As for the show itself, I’m no expert on radio (that’s your job, Mr. Radio Producer), but my experience tells me that the key to appealing to Millennials is to take the moral high ground.

If you can convince this particular target demographic that your viewpoint is morally superior to that of the opposition, then you’ve got them hooked. Millennials want to on the side of the good guys.

Be sure to back up the style of morality with the substance of facts and figures. Millennials (I’d like to think) aren’t complete idiots.

Now, on to The Campaign.

The first of your Seven Touches is a face-to-face encounter. Send Mark on a speaking tour of every college campus in the Greater Seattle Area.

Have him speak to (the admittedly small-numbered) every on-campus chapter of the College Republicans and Young America’s Foundation, free of charge.

Identify other groups, large and small, of like-minded persons, such as local conservative and libertarian Facebook groups, and promote speaking engagements to them as well.

Use targeted ads on Facebook to spread the word to people matching the target demographic to attract more people to these meetings.

The ads should use buzzwords like “justice” and “equity” and “economic empowerment,” which when applied to a libertarian idea, will attract Millennials from left, right, and center.

For example, you could run an ad on a lecture series on rent control, the minimum wage, and zoning regulations.

Titled, “The Injustice of Progressivism”, your ad would have copy saying: “Learn How Regressive Laws are Hurting the Most Vulnerable and Keeping Our City Poor.”

So people come to the speaking events, and word gets around about Mark’s new show on the radio, which you’ll emphasize is available on SoundCloud and via your radio station’s app.

People will sign up at the meetings and events for subscriptions to Mark’s blog, follow him on Facebook, Twitter, and Instagram, and get email updates from your station!

These email updates are the second touch. They will include Mark’s written thoughts in addition to the show and video clips from the show itself.

These will keep you stuck in the mind of your audience, even if they ignore most of Mark’s emails.

That’s where the third touch comes in: social media updates. Mark will be most active on social media platforms where the target demographic is most active, namely Facebook, Twitter, and Instagram.

Since the target demographic is very attuned to video, updates on these channels should include short video clips of Mark speaking about trending issues and topics, taking questions from the audience, and interacting with relevant guests.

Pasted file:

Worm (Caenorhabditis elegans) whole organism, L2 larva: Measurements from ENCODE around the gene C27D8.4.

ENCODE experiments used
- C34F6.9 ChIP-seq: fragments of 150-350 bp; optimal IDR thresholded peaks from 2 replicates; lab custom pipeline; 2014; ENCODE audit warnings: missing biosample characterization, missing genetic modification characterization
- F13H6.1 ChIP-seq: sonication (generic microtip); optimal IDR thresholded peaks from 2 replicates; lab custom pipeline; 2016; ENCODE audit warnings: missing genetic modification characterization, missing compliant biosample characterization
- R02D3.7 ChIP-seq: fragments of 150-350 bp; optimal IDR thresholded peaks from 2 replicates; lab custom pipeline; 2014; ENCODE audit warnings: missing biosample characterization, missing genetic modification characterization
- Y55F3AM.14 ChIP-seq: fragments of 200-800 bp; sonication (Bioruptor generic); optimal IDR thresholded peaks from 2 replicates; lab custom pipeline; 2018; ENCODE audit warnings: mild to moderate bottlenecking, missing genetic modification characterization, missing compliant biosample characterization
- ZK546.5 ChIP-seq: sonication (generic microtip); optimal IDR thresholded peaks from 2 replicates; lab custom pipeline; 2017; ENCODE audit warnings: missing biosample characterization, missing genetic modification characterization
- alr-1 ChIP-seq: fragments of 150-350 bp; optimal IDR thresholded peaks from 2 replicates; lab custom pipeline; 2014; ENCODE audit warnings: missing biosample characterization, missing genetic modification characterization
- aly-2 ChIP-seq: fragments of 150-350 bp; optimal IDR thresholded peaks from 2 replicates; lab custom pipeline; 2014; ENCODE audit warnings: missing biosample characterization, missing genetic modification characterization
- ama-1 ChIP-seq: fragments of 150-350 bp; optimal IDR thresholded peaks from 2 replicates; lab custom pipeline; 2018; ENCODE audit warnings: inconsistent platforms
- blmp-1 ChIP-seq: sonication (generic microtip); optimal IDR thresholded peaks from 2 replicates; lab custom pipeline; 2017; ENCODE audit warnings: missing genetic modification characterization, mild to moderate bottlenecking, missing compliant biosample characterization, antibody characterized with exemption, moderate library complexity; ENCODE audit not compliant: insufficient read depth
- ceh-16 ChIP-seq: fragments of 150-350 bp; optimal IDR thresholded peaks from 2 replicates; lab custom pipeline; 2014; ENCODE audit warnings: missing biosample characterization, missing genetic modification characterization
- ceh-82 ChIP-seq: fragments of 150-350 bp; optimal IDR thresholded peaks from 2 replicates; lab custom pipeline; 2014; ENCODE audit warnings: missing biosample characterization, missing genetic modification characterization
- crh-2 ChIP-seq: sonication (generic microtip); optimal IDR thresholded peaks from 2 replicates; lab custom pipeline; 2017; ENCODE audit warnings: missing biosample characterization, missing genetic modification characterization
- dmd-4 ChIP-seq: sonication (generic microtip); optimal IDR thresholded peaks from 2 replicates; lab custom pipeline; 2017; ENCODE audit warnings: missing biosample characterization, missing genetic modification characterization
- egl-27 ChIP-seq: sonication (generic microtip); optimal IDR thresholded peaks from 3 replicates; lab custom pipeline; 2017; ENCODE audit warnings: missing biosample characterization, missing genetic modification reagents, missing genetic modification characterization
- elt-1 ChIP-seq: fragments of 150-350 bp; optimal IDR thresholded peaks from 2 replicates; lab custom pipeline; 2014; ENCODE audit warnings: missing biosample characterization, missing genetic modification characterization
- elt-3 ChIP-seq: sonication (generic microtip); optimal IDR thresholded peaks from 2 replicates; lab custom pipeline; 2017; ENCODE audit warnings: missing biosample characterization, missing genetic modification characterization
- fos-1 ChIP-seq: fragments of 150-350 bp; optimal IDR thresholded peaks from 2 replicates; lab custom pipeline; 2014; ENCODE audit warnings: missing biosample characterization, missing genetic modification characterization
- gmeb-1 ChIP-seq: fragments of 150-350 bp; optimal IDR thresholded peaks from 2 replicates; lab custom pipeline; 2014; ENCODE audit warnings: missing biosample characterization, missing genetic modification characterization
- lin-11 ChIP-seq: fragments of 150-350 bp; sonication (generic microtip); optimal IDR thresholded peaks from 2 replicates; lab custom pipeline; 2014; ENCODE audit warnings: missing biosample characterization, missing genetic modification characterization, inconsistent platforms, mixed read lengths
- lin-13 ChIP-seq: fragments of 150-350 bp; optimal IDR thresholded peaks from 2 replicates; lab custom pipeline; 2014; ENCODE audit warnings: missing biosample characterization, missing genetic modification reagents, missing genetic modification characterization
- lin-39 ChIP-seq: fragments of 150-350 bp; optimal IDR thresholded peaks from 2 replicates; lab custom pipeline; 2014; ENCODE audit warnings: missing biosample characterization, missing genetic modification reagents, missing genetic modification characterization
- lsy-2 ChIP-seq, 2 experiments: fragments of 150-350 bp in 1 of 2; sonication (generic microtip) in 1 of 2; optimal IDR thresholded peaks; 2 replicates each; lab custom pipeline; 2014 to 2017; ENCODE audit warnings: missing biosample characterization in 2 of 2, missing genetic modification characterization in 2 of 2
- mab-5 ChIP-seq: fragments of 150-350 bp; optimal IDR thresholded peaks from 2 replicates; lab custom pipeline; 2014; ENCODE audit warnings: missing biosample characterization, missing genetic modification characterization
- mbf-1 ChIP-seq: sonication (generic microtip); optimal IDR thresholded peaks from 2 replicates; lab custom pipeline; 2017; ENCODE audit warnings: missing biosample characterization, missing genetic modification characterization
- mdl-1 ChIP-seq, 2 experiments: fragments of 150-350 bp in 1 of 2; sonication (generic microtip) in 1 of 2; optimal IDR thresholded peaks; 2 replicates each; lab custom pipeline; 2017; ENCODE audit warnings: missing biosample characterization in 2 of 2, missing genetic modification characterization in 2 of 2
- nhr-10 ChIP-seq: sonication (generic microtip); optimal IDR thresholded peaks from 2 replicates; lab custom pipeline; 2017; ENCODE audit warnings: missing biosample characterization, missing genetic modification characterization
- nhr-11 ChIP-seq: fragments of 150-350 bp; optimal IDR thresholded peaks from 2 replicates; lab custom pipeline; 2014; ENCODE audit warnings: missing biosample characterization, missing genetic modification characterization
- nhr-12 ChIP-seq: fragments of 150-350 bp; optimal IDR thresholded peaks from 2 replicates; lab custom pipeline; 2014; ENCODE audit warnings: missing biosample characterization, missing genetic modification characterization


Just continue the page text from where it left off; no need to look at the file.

Speaking of guests, that brings us to touch number four: Influencer endorsement! That is, have someone on the show whom Millennials trust and promote clips of their appearance on social media.

This one was a little tricky to figure out when planning this post, as most influencers who resonate with our target demographic tend to lean left or else do not have much to say about the issues that The Mark Dogero Show would care to discuss.

What I mean to say is that most public figures whom Millennials pay attention to are Hollywood actors, musicians and bloggers, along with the occasional politician.

The obstacle, as so eloquently popularized by Ryan Holiday, is in fact the way forward.

In addition to inviting recognized conservative or libertarian figures of note, also invite persons of the opposite inclination to be on the show.

When Mark is talking to an influencer whom he agrees with, very good.

But when he’s talking to an influencer whom he may oppose on policy issues, it will give him an opportunity to show how “fair” and “tolerant” he is by having such guests on his show and hearing them out.

A focus on local personalities and figures would be best. Remember, your audience lives in Seattle!

Touch number five would be to distribute free or low-cost pamphlets or eBooks written by Mark to your followers that can be easily shared with friends.

Readers should be able to recommend Mark’s books enthusiastically, so they’d better be good!

Touch number six would be to promote the eBooks and pamphlets on Facebook and Twitter through targeted ads. You’ve gotta love those things!

Combined with the word-of-mouth generated by their being a great product, those pamphlets will spread Mark’s philosophy in written form my leaps and bounds!

The final of the seven touches is an email invite to an event hosted by the radio station, featuring this Mark Dogero guy that everyone’s been talking about.

An example of such an event would be a debate or a lecture. Since it’s an event being put on by the radio show, it could be broadcast over the airwaves.

It could also be live-streamed on Facebook, recorded and posted to YouTube, and, of course, put on SoundCloud!

But remember, the key here isn’t quantity of platforms. It’s better to focus on where your target demographic is hanging out. Promote the event ahead of time using targeted ads, calling on people to tune in on the radio or online.

Use the opportunity this opportunity from people signing up to attend the debate or lecture to build your email list for further marketing efforts.

Also use it as an opportunity to upsell other shows put on by the station, not to mention those eBooks and pamphlets.

If this strategy has been properly executed, The Mark Dogero Show will be a knockout, and advertisers will be clamoring to get behind it.

These seven touches can overlap a little. Some of them can be expanded to make a total of nine or ten touches. In today’s wonderful wired info-saturated world, some marketing gurus have suggested that as many as thirteen touches may be necessary.

But the principle remains that with a good product, followed by a disciplined marketing strategy such as the one detailed here, a large following of Millennials can be attracted to our imaginary talk radio show.

So, Mr. Radio Producer, what’s next?

We’ll talk about a few miscellaneous details that we haven’t covered yet in the fourth and final installment of this series: Review.